5 Screening Study of Life Cycle Assessment (LCA) of the Electric Kettle Interpretation The interpretation in SimaPro is designed as a checklist that covers the relevant issues mentioned in the ISO standard . All data in life cycle models have some uncertainty. It could be distinguished three main types: 1) data uncertainties, 2) uncertainties on the correctness (representatively) of the model, 3) uncertainties caused by incompleteness of the model. The ecoinvent dataset comes out in two versions, one version with Unit processes, and one with systems. In the unit process version, almost all data points come with a specification of uncertainty. Uncertainty on the correctness of the model refers to the fact that there is not one way to make a model of reality. Uncertainty caused by incompleteness refers to the unavoidable data gaps Data on the Electric Kettle Zelmer Model Data on the kettle structure and its component elements was obtained from service manual of Zelmer electric kettle model and from the technical data on this model published by the manufacturer on the Zelmer website. [8 10]. The kettle components were weighed on a verified technical balance. The materials were assigned to the components based on data provided by kitchen appliances manufacturers and on SimaPro databases. 3. Results The goal is conducting the screening study of life cycle assessment of the plastic electric kettle. Functional unit for this study is the Zelmer electric kettle model 17013, weighing 918 g, with power 1900 W, capacity 1.7 l. The kettle was manufactured in 2005, it is used in Poland for 5 years, three times a day for boiling 1 liter of water. The electric kettle has 30 components , however for the purpose of this LCA study, those components were grouped into: housing (with lid), heater, base, main cable and small parts. System boundaries of this analysis include: assembly stage, with links to production pro-cesses, raw material acquisition etc, the use stage electricity consumption and waste scenario. The use of water for boiling, the packaging of the kettle and also transport were excluded from system boundaries. Assembly Stage The process tree for the assembly stage for electric kettle is shown in figure 1.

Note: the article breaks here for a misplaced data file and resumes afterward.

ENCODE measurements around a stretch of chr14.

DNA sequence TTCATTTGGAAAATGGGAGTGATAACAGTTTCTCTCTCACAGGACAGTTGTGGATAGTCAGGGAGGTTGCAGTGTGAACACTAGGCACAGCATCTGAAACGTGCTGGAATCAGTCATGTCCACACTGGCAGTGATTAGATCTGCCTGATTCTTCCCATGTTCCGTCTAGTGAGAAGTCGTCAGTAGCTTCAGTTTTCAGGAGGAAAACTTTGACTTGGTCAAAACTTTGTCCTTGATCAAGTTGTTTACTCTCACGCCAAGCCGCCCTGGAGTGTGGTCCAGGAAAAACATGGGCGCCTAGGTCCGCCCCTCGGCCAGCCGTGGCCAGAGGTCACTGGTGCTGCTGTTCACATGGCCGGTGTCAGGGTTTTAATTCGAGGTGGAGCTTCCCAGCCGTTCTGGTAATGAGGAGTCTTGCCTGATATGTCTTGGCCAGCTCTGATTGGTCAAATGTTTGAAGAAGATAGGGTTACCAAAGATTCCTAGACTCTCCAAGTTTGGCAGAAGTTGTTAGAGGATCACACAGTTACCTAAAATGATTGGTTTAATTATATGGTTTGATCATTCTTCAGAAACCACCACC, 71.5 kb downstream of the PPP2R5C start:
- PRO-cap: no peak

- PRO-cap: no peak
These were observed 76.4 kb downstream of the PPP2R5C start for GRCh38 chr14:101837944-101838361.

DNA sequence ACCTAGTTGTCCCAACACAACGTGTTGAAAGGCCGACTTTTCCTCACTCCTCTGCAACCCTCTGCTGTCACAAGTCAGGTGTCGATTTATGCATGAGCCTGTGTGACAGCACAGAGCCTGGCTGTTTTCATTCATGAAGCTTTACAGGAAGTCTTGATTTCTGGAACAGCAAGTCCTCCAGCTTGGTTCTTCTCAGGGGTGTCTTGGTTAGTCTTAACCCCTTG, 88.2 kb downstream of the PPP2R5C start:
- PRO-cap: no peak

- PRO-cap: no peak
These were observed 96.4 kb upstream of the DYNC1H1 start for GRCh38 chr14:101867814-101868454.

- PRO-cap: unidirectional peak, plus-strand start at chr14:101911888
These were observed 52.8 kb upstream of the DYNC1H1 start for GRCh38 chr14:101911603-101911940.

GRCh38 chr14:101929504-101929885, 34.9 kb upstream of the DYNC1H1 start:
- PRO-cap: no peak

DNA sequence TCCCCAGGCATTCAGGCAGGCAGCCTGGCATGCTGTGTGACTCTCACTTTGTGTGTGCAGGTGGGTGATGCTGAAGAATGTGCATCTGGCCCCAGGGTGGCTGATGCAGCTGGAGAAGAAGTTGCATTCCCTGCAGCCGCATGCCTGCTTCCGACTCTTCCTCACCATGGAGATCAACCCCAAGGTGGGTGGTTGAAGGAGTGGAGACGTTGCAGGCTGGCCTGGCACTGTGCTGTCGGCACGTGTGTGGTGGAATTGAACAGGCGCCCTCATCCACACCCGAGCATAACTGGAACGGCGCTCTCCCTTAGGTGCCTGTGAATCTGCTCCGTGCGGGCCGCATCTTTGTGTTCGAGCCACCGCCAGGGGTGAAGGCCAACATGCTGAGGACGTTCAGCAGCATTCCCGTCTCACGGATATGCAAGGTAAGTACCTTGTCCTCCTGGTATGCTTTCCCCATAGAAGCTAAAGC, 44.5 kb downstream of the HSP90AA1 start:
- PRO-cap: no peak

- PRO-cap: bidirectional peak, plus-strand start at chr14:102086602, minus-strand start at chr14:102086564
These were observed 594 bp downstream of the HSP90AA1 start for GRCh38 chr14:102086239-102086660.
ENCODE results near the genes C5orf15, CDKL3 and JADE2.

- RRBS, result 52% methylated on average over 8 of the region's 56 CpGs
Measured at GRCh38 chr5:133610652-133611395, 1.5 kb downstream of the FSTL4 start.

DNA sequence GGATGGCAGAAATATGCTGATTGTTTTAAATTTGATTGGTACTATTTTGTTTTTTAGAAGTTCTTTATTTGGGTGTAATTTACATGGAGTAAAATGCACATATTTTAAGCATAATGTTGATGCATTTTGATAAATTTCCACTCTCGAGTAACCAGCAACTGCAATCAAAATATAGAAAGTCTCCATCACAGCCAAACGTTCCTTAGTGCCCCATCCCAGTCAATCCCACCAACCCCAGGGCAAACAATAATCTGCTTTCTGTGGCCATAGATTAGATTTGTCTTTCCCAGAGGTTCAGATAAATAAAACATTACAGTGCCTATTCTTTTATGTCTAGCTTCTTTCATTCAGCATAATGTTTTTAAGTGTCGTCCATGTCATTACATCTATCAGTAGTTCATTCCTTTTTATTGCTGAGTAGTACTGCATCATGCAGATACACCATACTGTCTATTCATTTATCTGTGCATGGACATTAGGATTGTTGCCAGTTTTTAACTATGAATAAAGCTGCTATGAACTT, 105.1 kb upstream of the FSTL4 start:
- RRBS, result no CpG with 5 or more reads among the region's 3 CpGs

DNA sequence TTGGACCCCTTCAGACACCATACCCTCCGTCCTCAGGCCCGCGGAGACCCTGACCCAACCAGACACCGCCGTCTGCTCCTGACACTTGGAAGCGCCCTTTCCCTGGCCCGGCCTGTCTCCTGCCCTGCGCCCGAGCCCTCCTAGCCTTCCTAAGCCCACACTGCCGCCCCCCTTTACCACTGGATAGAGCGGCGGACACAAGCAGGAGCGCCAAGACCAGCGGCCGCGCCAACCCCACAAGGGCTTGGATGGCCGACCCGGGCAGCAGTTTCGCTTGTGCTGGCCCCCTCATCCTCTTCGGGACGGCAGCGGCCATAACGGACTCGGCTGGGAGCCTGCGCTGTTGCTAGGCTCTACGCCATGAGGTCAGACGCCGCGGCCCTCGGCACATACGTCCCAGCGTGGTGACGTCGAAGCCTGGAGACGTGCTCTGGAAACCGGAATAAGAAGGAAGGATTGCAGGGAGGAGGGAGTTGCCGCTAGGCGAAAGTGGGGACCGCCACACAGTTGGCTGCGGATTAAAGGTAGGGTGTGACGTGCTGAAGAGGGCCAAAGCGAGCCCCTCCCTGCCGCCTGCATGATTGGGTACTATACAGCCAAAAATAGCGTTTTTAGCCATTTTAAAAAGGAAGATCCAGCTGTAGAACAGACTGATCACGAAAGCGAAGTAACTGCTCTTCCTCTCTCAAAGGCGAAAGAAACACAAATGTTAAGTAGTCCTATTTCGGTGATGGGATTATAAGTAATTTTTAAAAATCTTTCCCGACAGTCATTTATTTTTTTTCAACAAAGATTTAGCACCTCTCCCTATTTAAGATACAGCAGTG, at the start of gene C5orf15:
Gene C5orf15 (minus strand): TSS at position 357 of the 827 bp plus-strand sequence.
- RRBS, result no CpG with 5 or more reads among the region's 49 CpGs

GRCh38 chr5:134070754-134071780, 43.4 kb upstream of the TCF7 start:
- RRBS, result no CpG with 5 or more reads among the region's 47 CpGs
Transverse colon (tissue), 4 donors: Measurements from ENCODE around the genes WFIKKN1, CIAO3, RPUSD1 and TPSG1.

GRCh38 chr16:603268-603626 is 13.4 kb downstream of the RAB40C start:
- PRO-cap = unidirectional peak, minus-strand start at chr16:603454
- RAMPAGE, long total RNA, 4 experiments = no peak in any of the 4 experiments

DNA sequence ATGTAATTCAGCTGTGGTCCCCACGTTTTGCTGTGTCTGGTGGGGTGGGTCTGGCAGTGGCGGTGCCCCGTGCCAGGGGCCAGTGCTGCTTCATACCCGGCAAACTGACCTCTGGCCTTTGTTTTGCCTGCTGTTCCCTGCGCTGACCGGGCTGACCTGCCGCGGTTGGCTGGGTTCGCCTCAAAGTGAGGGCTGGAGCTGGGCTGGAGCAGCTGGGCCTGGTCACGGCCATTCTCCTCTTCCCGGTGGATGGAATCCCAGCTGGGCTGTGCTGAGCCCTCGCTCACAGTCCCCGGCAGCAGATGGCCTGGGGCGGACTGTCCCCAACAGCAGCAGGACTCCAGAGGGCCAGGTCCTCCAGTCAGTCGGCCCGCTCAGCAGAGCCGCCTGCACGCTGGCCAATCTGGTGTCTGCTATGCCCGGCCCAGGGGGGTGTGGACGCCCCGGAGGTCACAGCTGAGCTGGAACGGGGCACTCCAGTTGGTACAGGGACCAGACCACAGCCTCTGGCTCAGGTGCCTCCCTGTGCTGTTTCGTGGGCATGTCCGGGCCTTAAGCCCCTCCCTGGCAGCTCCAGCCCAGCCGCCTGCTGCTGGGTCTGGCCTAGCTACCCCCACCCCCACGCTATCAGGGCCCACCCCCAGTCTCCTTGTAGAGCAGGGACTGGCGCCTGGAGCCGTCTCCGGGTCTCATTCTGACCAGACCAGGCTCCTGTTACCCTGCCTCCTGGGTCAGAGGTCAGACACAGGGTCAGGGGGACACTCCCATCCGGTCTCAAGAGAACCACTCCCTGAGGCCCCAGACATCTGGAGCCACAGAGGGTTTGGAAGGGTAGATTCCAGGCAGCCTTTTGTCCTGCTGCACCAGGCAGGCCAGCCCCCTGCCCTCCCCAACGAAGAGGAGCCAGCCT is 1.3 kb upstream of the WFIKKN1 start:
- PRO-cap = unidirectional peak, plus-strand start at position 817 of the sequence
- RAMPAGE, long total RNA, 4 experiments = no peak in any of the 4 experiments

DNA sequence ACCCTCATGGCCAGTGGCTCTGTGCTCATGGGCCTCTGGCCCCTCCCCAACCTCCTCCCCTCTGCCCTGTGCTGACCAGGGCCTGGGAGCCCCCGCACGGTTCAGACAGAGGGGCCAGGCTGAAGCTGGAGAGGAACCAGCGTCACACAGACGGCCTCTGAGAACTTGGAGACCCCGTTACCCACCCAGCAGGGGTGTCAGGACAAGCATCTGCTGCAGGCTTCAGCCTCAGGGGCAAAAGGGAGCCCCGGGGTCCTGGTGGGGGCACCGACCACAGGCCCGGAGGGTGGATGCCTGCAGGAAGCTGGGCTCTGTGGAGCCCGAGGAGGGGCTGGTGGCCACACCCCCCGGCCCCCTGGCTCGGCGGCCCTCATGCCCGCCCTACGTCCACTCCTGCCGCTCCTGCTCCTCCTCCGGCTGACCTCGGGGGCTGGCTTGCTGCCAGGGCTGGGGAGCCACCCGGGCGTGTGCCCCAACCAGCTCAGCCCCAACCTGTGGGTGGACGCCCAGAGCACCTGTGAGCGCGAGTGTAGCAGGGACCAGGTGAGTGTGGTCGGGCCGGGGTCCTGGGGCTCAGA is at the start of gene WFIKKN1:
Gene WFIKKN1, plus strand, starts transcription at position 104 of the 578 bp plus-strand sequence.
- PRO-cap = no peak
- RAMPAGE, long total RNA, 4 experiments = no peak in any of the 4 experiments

6 62 K. Grzesik, K. Guca Fig. 1. The process tree for the assembly stage of the electric kettle Assembly stage describes the composition of the product. The kettle components link to processes. Processes are identified in the database indexes according to their output. Those processes contain environmental information. All the data on environmental flows (emissions, raw materials) are gathered in the inventory results. The fragment of the inventory table is shown in figure 2. In the tree each process has a small bar chart showing the contribution of this process to the total environmental load. It is clear from the tree that the biggest contribution to the environmental impact has heater, i.e. the processes in which materials of the heater are produced. With the cut-off criteria of 5% only 20 nodes of 606 are visible; the small parts of the kettle are not visible in the presented tree. For the assembly stage of the electric kettle impact assessment has been done, and as the assessment method the eco-indicator 99 with eleven impact categories has been chosen. Impact assessment after weighting for assembly stage is shown in figure 3, single score is shown in figure 4. The impact categories which have dominating role in total environmental load for the assembly stage of the kettle are: fossil fuels, respiratory inorganic and minerals.